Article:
[Guest post by Daniel L. Parton of the Chodera Lab, Memorial Sloan-Kettering Cancer Center.]
We’re about to roll out our first major F@h project on the new work server at Memorial Sloan-Kettering Cancer Center (MSKCC). Our chosen target is a protein known as the epidermal growth factor receptor (EGFR), which is a member of the kinase family of human proteins. Kinases are key components in cellular signaling pathways, which control and coordinate all cellular activities. When kinases are activated, they pass messages to other proteins by attaching small phosphate molecules to specific parts of their structure. For proper regulation of signaling pathways, the cell must also be able to temporarily inactivate kinases. However, mutations in kinase genes may cause them to become constantly active, resulting in overactivation of the associated signaling pathways. In some cases, this causes the cell to begin dividing and growing uncontrollably, and this chain of events is the cause of many types of cancer.
EGFR mutations are specifically associated with certain types of cancer of the lung, breast, colon, rectum, and brain. Although a small number of anti-EGFR drugs are available (for example, gefitinib, erlotinib, and cetuximab), the development of resistance mutations during treatment is a huge barrier to their effective use.
The Chodera Lab is working to understand a number of factors which have historically hindered the development of effective kinase drug treatments. Firstly, we are interested in what makes a drug molecule selective for one kinase over another (since there are approximately 500 types of kinase in a human cell with nearly identical active sites). Secondly, we want to understand the physical mechanism by which resistance mutations develop to diminish the therapeutic effect of a drug. Eventually, we also hope to be able to use genetic sequencing data from individual cancer patients to predict which particular drug treatment might be optimal given a particular patient’s tumor mutations. There are many theoretical and algorithmic hurdles that we will need to overcome on the way, but these F@h simulations of EGFR will be a first step towards these goals.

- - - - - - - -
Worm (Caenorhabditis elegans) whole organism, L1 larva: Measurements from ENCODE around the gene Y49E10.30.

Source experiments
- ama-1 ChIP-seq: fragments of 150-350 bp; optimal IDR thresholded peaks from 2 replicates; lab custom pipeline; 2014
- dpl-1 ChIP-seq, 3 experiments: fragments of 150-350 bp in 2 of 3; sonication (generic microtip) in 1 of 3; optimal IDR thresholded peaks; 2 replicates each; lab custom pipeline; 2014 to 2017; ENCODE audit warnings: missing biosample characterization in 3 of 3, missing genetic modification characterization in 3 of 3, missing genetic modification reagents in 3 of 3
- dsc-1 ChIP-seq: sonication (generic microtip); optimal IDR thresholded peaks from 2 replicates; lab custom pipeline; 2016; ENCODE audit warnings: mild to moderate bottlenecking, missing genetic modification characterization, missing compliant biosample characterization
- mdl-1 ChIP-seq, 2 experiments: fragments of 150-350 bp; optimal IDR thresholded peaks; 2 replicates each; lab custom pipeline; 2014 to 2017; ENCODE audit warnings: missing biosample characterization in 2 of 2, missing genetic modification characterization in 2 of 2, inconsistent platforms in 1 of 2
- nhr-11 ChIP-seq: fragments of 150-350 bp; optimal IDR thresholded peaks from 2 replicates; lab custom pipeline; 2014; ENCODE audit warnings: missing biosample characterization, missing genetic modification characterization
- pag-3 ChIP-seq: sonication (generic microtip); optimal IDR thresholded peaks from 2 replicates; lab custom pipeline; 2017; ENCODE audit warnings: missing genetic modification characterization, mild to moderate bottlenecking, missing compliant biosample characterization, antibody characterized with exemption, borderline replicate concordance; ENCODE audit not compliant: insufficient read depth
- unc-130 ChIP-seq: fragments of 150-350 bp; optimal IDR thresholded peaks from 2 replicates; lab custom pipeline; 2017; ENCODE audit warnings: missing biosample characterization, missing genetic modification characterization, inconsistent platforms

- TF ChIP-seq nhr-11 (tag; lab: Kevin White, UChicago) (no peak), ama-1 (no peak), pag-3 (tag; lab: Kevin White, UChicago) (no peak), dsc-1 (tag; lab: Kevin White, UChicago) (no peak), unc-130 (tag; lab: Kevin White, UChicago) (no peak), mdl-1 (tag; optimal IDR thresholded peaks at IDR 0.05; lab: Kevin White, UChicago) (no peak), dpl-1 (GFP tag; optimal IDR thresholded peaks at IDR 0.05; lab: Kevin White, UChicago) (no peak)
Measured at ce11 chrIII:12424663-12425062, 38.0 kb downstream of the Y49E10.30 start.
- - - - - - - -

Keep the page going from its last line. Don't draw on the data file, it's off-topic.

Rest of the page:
Thanks again to all the F@h donors for contributing their computer time to enable this research!
The team of researchers studying EGFR includes Daniel L. Parton, Patrick M. Grinaway, Kyle A. Beauchamp, and Sonya M. Hanson in the Chodera Lab at MSKCC. Special thanks to Richard Knospler in the MSKCC Open Systems group for all of his hardware and software help in getting our servers up and running!